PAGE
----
Last night was a busy night for the AMS: 2 very bright fireball events occurred less than 6 hours apart.
If you witnessed one of these events and/or if you have a video or a photo of these events, please
Submit an Official Fireball Report
If you want to learn more about Fireballs: read our Fireball FAQ.
Fireball over Germany: 60 reports from 4 countries
We first received 60 reports (so far) about of a slow green fireball seen above north Germany on Tuesday, April 16th 2019 around 21:50 Universal Time (23:50 local time – CEST). The event was mainly seen from Germany but we also received reports from Sweden, Denmark and the Netherlands.
The preliminary 3D trajectory computed based on all the reports submitted to the AMS* shows that the fireball was traveling from South East to North West and ended its flight right above Hamburg.
Fireball over Delaware: Over 400 reports from 9 states
We also received 407 reports so far about another bright and green fireball that happened over Delaware the same night at 02:57 Universal Time (10:57pm EDT). We received reports from Washington DC, Delaware, Maryland, North Carolina, New Jersey, Pennsylvania, South Carolina, Virginia, and West Virginia.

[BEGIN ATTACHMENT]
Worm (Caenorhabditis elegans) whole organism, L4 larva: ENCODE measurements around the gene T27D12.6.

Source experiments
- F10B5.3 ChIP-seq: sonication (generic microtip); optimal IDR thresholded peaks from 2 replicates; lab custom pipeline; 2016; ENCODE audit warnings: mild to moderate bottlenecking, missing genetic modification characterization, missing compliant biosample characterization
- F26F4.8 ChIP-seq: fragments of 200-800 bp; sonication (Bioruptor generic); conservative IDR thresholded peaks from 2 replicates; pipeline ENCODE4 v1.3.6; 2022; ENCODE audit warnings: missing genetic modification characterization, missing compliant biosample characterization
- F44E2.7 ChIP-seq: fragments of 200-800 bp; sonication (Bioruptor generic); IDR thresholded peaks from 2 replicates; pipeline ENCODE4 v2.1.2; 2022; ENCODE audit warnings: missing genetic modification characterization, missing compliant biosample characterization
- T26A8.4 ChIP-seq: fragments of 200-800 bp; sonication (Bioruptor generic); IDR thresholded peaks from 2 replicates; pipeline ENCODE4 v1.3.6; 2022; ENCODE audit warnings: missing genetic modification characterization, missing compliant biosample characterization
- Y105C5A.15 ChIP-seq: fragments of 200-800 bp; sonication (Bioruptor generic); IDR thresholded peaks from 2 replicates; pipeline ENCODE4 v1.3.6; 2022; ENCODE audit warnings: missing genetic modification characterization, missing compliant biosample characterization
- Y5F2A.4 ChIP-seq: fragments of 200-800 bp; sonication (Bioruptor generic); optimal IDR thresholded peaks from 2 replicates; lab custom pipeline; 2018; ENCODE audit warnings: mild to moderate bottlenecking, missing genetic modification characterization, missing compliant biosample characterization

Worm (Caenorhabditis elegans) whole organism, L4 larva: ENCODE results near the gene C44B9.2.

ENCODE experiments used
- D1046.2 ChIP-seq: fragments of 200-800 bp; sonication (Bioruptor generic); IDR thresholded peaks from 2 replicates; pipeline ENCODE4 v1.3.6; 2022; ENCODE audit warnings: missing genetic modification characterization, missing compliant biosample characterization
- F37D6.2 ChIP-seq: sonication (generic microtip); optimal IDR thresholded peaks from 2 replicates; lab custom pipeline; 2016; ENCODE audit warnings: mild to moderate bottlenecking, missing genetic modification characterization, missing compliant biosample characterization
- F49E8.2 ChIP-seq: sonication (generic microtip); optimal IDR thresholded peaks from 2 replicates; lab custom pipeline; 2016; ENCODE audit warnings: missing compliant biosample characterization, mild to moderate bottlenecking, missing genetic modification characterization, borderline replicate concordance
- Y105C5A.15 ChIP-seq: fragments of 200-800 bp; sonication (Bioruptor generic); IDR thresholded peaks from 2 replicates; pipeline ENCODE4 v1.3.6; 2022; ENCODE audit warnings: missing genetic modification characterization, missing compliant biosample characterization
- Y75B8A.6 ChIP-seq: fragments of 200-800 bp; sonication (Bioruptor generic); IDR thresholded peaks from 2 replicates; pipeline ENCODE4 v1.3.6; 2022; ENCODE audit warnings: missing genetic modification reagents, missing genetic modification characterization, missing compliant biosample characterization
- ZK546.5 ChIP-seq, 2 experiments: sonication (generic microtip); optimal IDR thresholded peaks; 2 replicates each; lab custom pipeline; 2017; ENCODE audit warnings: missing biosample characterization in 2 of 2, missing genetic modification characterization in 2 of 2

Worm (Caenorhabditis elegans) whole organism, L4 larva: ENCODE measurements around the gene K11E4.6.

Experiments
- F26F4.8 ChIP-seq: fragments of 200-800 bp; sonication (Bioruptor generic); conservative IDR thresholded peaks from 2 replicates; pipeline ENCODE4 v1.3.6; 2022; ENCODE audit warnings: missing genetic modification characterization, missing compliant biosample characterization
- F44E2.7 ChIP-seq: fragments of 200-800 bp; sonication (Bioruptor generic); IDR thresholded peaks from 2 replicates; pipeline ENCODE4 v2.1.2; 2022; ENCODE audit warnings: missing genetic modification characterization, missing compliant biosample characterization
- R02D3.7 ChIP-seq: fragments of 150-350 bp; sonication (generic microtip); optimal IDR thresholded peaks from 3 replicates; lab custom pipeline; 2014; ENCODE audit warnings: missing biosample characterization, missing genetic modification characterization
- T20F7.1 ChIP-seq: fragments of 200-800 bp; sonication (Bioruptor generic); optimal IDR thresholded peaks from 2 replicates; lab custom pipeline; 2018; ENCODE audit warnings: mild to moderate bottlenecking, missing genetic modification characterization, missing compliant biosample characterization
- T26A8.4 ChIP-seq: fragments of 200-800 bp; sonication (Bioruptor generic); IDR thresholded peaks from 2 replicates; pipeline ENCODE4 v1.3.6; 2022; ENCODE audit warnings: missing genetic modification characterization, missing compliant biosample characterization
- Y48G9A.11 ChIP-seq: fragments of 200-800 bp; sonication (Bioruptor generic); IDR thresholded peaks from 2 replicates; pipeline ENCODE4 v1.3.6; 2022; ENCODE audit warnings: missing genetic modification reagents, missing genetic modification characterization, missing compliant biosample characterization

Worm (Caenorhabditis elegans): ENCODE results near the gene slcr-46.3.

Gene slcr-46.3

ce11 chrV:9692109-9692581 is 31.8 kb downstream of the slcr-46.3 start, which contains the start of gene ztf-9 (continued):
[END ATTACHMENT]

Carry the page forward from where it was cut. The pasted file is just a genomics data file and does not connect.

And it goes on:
The preliminary 3D trajectory computed based on all the reports submitted to the AMS shows that the fireball was traveling from North to South and ended its flight in the Atlantic Ocean in front of Bethany Beach, DE. It means that if anything survived, it’s in the water.
Several thousand meteors of fireball magnitude occur in the Earth’s atmosphere each day. The vast majority of these, however, occur over the oceans and uninhabited regions, and a good many are masked by daylight. Those that occur at night also stand little chance of being detected due to the relatively low numbers of persons out to notice them.
Additionally, the brighter the fireball, the more rare is the event. As a general thumb rule, there are only about 1/3 as many fireballs present for each successively brighter magnitude class, following an exponential decrease. Experienced observers can expect to see only about 1 fireball of magnitude -6 or better for every 200 hours of meteor observing, while a fireball of magnitude -4 can be expected about once every 20 hours or so.